Alcohol and Pregnancy Advice in New Book is Flawed and Harmful
WASHINGTON, Aug. 21, 2013 /PRNewswire-USNewswire/ — A new book, Expecting Better: Why the Conventional Pregnancy Wisdom Is Wrong-and What You Really Need to Know, misrepresents the risk of alcohol use during pregnancy by concluding that light drinking is completely safe, according to the National Organization on Fetal Alcohol Syndrome (NOFAS).
The book ignores research such as a 2011 study in Alcohol Research & Health that found drinking at low to moderate levels during pregnancy is associated with miscarriage, stillbirth, preterm delivery, and sudden infant death syndrome.
A 2012 study in International Journal of Epidemiology states, “Even low amounts of alcohol consumption during early pregnancy increased the risk of spontaneous abortion substantially.”
“Fortunately, not every pregnant woman who drinks alcohol will have a child adversely affected,” says NOFAS President Tom Donaldson. “If the book’s author, Emily Oster is willing to tolerate the risk, that’s her choice, but it’s irresponsible to encourage other pregnant women to take the risk with their children.”
Dr. Edward P. Riley, Professor of Psychology at San Diego State University and Director of the Collaborative Initiative on Fetal Alcohol Spectrum Disorders added, “I find it amazing that Dr. Oster wants to take on the responsibility of assuring women that it is OK to have ‘A glass of wine or so a day’ while pregnant. She acknowledges that ‘all drinking isn’t created equal,’ but fails to recognize that all women are not created equal either. Individual genetics, drinking habits, and other factors limit science from making the sweeping assurances that Dr. Oster appears willing to endorse.”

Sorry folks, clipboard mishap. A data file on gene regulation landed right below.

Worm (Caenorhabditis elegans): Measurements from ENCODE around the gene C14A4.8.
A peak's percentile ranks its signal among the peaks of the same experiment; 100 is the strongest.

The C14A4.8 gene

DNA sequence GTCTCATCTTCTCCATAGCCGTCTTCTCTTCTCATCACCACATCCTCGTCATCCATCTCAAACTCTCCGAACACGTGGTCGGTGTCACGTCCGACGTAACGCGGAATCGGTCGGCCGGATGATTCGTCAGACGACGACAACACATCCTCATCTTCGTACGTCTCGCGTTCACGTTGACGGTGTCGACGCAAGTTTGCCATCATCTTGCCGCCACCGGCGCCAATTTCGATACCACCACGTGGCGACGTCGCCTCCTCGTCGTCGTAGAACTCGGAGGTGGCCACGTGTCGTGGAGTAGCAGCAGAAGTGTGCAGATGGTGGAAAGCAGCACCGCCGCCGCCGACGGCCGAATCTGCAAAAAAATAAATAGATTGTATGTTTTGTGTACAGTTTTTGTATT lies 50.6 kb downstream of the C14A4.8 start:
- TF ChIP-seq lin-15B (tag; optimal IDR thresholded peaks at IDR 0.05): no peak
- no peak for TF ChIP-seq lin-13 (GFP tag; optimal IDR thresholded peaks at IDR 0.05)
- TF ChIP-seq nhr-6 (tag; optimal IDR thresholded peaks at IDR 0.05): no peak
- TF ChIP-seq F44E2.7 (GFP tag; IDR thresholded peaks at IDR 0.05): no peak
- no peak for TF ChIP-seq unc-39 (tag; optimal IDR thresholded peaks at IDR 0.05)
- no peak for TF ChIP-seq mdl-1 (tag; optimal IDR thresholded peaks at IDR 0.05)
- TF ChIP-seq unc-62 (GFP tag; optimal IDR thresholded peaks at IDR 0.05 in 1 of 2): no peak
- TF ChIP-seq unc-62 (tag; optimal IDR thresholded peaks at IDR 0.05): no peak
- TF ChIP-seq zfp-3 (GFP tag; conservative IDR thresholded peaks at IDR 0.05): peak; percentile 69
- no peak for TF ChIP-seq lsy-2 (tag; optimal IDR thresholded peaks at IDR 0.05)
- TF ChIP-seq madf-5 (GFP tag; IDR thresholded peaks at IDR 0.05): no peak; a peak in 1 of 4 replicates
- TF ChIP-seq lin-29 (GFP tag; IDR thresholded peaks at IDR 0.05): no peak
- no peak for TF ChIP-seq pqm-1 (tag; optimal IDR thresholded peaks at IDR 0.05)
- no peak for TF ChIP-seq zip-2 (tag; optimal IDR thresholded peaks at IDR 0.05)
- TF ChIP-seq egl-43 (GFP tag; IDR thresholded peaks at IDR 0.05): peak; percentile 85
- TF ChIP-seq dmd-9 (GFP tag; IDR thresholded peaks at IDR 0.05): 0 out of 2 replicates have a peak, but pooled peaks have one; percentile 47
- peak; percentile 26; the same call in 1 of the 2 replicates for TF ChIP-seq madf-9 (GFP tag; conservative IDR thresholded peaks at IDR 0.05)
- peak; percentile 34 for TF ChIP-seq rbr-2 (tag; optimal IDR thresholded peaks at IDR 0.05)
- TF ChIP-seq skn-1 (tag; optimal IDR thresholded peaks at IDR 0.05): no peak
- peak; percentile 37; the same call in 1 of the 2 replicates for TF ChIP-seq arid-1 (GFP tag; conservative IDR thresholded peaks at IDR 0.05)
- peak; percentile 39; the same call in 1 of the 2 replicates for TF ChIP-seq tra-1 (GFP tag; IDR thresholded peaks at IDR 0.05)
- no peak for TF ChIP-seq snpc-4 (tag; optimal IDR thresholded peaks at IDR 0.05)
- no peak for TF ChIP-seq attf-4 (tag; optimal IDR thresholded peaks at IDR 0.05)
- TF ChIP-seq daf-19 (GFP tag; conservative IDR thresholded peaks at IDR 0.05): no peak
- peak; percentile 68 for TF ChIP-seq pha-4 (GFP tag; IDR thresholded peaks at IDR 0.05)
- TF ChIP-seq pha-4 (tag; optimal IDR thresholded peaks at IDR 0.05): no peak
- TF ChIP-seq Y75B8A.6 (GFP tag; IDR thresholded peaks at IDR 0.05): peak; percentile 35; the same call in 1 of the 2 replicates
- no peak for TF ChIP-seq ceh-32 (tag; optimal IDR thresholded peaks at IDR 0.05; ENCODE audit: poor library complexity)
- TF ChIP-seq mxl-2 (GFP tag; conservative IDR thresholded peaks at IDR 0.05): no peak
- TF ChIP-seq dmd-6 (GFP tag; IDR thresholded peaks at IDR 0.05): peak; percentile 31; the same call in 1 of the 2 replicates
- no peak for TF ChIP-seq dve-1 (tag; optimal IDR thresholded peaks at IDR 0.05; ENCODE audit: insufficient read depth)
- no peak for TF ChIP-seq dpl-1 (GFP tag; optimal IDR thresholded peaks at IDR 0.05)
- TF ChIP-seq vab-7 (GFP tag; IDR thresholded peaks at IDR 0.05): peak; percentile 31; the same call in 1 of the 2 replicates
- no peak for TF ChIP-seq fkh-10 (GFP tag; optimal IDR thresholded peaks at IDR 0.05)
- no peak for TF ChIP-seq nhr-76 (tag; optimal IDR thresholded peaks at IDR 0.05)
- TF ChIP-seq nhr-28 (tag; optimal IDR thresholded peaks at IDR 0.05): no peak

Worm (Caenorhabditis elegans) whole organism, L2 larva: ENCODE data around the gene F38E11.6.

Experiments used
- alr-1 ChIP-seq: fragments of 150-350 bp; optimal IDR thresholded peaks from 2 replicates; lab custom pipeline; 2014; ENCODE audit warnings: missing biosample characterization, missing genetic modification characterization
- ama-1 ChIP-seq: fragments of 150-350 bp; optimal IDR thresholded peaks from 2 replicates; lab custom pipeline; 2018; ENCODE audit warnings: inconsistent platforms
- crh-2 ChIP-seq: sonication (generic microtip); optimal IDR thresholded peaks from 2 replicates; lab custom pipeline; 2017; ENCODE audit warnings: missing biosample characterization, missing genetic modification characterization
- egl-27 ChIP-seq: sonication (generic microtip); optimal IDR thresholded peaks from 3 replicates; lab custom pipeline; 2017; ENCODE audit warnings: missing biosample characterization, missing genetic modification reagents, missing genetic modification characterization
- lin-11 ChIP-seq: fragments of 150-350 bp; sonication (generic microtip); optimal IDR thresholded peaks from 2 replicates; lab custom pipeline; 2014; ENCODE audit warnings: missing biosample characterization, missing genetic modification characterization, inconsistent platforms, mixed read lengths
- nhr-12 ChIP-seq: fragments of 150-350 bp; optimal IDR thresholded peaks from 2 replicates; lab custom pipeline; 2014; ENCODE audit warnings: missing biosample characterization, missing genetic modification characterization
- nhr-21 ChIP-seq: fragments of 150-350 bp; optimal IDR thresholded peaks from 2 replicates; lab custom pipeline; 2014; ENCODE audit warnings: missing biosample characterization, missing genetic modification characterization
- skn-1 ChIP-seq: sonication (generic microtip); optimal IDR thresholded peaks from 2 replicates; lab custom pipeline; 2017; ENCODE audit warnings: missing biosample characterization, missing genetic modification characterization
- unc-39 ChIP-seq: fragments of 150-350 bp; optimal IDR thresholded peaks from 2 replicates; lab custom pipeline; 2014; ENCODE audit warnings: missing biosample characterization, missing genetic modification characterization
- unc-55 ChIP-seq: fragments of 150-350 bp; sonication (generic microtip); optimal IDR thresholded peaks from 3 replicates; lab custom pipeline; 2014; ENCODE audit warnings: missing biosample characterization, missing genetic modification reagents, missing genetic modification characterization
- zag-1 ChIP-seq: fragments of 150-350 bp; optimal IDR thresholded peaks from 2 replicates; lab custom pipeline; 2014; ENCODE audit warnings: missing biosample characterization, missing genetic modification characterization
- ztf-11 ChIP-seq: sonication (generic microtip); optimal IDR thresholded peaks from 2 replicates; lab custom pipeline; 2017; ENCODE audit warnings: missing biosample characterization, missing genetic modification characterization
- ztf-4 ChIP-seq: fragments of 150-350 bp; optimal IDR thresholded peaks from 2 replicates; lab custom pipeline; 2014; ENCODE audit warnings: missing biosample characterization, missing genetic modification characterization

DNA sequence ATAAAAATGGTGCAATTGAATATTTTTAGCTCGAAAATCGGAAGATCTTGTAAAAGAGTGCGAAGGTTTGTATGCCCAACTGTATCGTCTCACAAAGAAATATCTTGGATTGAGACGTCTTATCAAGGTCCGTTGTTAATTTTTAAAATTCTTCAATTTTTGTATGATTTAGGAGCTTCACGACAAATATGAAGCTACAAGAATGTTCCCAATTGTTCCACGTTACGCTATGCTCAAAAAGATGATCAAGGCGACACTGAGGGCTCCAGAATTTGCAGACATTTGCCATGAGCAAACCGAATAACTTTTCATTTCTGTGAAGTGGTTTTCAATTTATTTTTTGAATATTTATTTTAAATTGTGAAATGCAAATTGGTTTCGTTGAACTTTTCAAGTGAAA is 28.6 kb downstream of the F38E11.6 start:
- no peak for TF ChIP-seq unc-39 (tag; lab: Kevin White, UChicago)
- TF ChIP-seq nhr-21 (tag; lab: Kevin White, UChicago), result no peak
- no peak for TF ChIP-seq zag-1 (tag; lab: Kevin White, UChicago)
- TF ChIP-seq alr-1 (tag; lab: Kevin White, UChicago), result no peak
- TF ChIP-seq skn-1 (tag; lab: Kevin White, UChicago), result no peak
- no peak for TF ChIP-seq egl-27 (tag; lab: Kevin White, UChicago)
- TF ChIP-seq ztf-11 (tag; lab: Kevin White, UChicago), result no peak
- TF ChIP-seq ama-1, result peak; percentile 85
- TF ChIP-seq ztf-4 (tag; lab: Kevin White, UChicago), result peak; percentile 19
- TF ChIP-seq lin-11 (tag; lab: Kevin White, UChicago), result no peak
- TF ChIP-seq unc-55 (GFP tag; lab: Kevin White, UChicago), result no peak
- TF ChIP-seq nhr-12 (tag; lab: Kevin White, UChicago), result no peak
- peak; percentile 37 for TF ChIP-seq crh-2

The book contends, “It’s fine to have the occasional glass of wine – even one every day – in the second and third trimesters.” This is not without risk says Dr. Michael Charness, Chief of Staff of VA Boston Healthcare System and a professor at Harvard Medical School and Boston University School of Medicine, “We’ve been able to show very striking effects of alcohol on the L1 cell adhesion molecule, a critical molecule for development, at concentrations of alcohol that a woman would have in her blood after just one drink.”
The U.S. Surgeon General, the Centers for Disease Control and Prevention and all professional medical associations advise pregnant women to avoid alcohol during pregnancy due to the risk of birth defects.
Learn more about alcohol and pregnancy at www.nofas.org or contact Tom Donaldson at email@example.com, 202-785-4585.
SOURCE National Organization on Fetal Alcohol Syndrome